This week my articles will be on almost every aspect of being and living a gluten-free life. If you read my About Me page, you know that I was diagnosed with Celiac Disease, and since I really haven’t touched on gluten free living, I thought I should do so, since so many people seem to be adopting the gluten-free lifestyle these days.
Many people, like me, don’t just up and decide to eat gluten free, it is decided for them by their bodies, due to a medical condition called Celiac disease. This means that Celiac suffers lack the enzyme necessary to process gluten, a protein found in wheat, rye, barley and some oats. Other people simply choose to go gluten free due to sensitivity to gluten or wheat.
For the rest of the population, there are no proven health benefits to eat gluten free, but it can’t hurt either. It’s more of a personal choice and if you’re considering going gluten free, the best thing to do is to cut it from your diet for an extended period of time and see if it’s right for you.
The gold standard of diagnosing celiac disease requires a biopsy of the small intestines, but now days there is a blood test that can diagnose Celiac disease also, although it is not always as accurate as a biopsy.
Many people with celiac disease don’t have any symptoms that can be pinpointed but they often report having body pain, stomach issues, and other problems that are often misdiagnosed as autoimmune problems. Or if you are like I was, you have it so bad that your symptoms are pretty much undeniable. You can read my story here. Celiac disease can actually be very dangerous and even cause death due to intestinal or esophageal cancers developing in some individuals if not treated properly.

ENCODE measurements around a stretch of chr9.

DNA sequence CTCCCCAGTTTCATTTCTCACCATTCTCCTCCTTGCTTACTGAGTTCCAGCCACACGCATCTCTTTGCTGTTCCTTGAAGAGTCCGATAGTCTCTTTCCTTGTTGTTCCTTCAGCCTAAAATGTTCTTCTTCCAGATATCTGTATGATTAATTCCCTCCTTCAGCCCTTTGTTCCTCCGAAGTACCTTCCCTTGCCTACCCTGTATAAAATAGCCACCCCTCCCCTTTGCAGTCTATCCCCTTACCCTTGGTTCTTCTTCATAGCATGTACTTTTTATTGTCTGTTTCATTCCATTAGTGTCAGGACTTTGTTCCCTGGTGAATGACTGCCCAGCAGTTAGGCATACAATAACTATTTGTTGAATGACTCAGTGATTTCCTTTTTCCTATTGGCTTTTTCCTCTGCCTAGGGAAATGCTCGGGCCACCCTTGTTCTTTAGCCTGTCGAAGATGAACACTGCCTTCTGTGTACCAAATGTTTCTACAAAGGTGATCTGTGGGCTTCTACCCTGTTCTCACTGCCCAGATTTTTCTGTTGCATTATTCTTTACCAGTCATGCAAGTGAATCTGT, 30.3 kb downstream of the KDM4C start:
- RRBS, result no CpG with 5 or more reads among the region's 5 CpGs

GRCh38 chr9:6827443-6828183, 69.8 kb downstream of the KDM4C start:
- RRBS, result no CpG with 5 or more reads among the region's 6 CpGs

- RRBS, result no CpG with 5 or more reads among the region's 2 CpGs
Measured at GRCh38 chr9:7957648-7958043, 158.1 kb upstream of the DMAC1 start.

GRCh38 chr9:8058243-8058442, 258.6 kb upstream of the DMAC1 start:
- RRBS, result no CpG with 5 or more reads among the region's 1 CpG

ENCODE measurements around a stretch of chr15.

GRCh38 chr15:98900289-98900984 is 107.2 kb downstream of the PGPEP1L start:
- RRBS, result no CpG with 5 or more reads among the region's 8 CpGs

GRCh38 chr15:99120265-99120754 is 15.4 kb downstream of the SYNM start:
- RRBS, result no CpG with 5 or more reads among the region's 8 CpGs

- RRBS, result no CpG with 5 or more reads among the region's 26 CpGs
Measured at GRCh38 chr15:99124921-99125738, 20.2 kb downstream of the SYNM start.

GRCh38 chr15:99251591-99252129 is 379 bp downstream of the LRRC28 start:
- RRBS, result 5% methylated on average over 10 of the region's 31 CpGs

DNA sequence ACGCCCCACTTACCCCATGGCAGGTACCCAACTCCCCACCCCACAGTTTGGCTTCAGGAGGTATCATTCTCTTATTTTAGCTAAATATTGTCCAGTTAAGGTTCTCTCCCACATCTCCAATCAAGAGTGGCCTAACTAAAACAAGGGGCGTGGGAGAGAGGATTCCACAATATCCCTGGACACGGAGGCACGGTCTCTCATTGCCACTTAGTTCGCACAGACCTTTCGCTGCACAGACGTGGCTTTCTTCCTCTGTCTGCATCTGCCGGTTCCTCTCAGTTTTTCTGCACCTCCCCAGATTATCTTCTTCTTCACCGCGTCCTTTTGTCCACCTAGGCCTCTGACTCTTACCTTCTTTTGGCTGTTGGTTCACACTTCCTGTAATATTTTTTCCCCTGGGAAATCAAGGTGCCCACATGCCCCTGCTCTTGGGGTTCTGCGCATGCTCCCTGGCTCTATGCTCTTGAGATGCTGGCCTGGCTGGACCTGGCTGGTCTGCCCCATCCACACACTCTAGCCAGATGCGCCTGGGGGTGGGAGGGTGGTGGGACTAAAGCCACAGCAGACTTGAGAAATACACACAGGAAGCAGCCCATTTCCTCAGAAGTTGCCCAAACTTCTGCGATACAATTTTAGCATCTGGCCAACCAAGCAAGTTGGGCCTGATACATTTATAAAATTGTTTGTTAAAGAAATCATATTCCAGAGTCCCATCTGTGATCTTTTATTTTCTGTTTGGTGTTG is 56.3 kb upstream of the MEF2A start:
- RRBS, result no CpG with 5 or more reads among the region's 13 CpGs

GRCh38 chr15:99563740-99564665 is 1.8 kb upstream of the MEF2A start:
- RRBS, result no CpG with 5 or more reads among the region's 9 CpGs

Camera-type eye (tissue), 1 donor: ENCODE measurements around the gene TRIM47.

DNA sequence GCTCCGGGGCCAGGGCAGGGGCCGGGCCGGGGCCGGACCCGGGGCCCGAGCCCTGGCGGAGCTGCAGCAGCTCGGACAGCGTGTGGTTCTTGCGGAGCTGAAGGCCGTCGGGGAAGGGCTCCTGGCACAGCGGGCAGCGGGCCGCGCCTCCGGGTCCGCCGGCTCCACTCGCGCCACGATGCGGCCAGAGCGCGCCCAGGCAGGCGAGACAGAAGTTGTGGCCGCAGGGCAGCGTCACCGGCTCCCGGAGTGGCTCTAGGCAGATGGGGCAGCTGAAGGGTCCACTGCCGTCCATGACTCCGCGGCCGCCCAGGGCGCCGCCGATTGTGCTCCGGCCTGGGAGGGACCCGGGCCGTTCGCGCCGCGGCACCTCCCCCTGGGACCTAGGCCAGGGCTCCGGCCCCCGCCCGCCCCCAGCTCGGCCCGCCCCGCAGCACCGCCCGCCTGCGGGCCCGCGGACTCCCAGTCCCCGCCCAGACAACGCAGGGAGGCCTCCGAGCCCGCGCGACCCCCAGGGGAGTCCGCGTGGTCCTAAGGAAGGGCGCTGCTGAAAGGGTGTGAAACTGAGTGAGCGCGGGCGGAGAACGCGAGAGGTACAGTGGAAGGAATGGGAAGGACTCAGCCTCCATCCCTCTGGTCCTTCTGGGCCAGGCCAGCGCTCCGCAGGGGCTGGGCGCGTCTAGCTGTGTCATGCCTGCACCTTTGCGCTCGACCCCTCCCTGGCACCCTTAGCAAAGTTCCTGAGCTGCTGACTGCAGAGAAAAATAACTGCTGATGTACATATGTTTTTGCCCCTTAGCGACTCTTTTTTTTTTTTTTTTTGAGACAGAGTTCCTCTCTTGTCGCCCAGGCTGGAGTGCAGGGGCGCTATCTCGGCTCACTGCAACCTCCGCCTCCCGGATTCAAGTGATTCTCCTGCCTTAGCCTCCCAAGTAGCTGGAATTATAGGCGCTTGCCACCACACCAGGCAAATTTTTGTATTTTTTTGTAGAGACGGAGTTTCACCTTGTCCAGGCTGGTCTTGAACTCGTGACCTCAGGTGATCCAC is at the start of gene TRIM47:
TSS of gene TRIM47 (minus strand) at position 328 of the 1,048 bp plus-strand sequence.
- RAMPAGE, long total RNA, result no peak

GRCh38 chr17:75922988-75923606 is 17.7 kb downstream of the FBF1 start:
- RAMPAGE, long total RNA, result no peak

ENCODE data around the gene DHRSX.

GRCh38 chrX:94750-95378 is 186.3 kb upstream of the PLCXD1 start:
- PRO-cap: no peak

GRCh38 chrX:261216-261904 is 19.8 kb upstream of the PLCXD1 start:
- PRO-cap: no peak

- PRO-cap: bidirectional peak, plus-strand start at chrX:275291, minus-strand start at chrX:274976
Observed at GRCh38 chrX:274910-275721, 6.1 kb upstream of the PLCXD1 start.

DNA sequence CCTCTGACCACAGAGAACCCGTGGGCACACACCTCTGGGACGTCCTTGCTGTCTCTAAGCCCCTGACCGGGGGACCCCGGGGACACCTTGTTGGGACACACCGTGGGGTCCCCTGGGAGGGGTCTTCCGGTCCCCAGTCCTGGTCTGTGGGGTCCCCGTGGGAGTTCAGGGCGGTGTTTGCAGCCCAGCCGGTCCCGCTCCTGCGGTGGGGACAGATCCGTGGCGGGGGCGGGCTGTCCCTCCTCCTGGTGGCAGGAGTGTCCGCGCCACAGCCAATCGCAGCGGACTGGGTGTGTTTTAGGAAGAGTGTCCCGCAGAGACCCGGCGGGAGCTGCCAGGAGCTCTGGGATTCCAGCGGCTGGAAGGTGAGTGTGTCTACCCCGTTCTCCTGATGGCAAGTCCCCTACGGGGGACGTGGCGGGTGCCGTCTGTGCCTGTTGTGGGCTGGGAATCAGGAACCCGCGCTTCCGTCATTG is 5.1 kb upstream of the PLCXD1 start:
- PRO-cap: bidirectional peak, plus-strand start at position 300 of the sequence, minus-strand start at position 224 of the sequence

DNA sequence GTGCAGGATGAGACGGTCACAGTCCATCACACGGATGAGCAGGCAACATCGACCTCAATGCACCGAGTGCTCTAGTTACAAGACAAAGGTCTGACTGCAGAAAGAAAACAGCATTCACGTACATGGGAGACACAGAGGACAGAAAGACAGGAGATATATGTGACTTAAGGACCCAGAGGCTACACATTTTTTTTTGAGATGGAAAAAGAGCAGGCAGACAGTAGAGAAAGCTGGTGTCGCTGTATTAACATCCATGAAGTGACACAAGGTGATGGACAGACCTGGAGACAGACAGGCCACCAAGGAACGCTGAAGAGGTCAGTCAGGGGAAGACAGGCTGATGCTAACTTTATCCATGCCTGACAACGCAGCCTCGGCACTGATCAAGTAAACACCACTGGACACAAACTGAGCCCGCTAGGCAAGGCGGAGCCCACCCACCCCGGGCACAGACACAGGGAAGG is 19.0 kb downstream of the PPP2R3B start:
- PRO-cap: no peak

If you’re concerned that you may have a gluten intolerance, talk to your doctor. You can also try eating gluten free for a while to see if any symptoms you do have are reduced or eliminated.
Just keep in mind, if you suspect you might have Celiac Disease, and you want an actual medical diagnosis, DO NOT start a gluten free diet before your blood test and intestinal biopsy. You need to be eating gluten for the blood tests and biopsy to be accurate. Also keep in mind that by eating gluten free you are eliminating a source of B Vitamins which are very important to good health. Supplement and replace nutrients accordingly when eliminating a food from your diet. I take a vitamin B-12 tablet every day.
If you have any of the following conditions a gluten free diet may help. Talk to your doctor or health coach before making any serious changes to your diet.
* Brain Fog
* Chronic Fatigue Syndrome
* Chronic Migraines
* Irritable Bowel Syndrome
* Joint Pain
* Severe Stomach Pain
* Skin Rashes
* Weight Loss
This is just a small list. But, if you have these or a lot of nonspecific symptoms that your doctor doesn’t seem to be able to cure, try doing a gluten elimination diet. Keep in mind that simply stopping gluten may not actually do anything until the damage is repaired. This is why some people go on a two week gluten elimination diet and find no relief from their problems. Instead, try to go on a 100 percent gluten elimination program for at least a year to ensure that you’ve tried everything.
Gluten hides in a lot of things and even the smallest amount can affect people with true celiac disease. It is a serious condition that is very much undiagnosed or misdiagnosed, due to the expense and time it takes to get a proper diagnosis. By some estimates there may be up to 5 percent of the population who has celiac disease and even more may be sensitive to gluten and benefit from a gluten free diet – many of which may not even know it.
You can read more about Celiac disease and it’s symptoms over at my old blog, Easy Gluten Free Living.